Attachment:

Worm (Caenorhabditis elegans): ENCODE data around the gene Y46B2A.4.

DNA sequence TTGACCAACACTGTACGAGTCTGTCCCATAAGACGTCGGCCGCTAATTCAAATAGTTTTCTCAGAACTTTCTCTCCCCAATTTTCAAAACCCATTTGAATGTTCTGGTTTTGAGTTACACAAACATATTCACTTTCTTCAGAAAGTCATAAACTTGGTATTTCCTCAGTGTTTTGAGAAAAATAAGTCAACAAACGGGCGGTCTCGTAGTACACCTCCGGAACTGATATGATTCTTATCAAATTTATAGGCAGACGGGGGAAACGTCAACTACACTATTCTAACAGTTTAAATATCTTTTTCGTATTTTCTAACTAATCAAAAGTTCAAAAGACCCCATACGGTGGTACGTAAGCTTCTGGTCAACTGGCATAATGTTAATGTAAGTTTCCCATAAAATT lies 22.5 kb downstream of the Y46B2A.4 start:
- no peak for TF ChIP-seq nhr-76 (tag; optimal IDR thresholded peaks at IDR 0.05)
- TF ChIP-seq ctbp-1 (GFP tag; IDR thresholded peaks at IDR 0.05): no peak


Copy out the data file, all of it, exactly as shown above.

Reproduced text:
Worm (Caenorhabditis elegans): ENCODE data around the gene Y46B2A.4.

DNA sequence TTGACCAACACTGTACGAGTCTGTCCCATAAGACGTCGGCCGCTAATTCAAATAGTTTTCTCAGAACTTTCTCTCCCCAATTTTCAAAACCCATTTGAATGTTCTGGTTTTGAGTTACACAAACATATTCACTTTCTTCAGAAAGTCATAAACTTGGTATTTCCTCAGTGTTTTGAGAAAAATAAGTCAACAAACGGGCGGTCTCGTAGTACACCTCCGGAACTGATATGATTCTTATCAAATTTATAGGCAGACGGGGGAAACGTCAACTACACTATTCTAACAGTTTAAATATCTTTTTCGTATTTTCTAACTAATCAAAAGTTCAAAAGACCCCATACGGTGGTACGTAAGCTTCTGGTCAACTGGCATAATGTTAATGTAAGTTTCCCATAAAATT lies 22.5 kb downstream of the Y46B2A.4 start:
- no peak for TF ChIP-seq nhr-76 (tag; optimal IDR thresholded peaks at IDR 0.05)
- TF ChIP-seq ctbp-1 (GFP tag; IDR thresholded peaks at IDR 0.05): no peak